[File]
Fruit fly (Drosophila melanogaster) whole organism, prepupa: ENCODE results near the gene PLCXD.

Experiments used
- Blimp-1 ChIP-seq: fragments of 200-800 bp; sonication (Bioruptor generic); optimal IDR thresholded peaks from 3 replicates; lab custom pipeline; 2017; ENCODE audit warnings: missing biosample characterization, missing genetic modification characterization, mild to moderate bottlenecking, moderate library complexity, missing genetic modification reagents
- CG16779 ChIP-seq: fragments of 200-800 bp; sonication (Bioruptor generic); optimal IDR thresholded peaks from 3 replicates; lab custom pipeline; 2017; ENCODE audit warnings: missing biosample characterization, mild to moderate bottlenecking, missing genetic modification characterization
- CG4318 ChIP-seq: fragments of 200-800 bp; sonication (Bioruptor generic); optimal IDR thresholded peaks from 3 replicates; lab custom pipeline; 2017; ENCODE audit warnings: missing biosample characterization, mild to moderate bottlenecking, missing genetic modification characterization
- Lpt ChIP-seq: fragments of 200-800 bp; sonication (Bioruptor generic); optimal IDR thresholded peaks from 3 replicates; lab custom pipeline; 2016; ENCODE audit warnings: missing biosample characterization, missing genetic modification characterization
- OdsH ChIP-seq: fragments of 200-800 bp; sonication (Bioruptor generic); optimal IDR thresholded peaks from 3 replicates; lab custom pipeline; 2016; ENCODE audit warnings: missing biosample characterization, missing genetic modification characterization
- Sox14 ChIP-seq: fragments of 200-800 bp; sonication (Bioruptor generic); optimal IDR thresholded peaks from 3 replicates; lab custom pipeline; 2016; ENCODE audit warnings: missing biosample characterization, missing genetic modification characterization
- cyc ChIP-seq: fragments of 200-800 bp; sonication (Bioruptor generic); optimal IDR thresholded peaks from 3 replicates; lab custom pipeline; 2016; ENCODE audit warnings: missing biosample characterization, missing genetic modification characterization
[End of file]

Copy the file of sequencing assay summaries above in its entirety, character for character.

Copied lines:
Fruit fly (Drosophila melanogaster) whole organism, prepupa: ENCODE results near the gene PLCXD.

Experiments used
- Blimp-1 ChIP-seq: fragments of 200-800 bp; sonication (Bioruptor generic); optimal IDR thresholded peaks from 3 replicates; lab custom pipeline; 2017; ENCODE audit warnings: missing biosample characterization, missing genetic modification characterization, mild to moderate bottlenecking, moderate library complexity, missing genetic modification reagents
- CG16779 ChIP-seq: fragments of 200-800 bp; sonication (Bioruptor generic); optimal IDR thresholded peaks from 3 replicates; lab custom pipeline; 2017; ENCODE audit warnings: missing biosample characterization, mild to moderate bottlenecking, missing genetic modification characterization
- CG4318 ChIP-seq: fragments of 200-800 bp; sonication (Bioruptor generic); optimal IDR thresholded peaks from 3 replicates; lab custom pipeline; 2017; ENCODE audit warnings: missing biosample characterization, mild to moderate bottlenecking, missing genetic modification characterization
- Lpt ChIP-seq: fragments of 200-800 bp; sonication (Bioruptor generic); optimal IDR thresholded peaks from 3 replicates; lab custom pipeline; 2016; ENCODE audit warnings: missing biosample characterization, missing genetic modification characterization
- OdsH ChIP-seq: fragments of 200-800 bp; sonication (Bioruptor generic); optimal IDR thresholded peaks from 3 replicates; lab custom pipeline; 2016; ENCODE audit warnings: missing biosample characterization, missing genetic modification characterization
- Sox14 ChIP-seq: fragments of 200-800 bp; sonication (Bioruptor generic); optimal IDR thresholded peaks from 3 replicates; lab custom pipeline; 2016; ENCODE audit warnings: missing biosample characterization, missing genetic modification characterization
- cyc ChIP-seq: fragments of 200-800 bp; sonication (Bioruptor generic); optimal IDR thresholded peaks from 3 replicates; lab custom pipeline; 2016; ENCODE audit warnings: missing biosample characterization, missing genetic modification characterization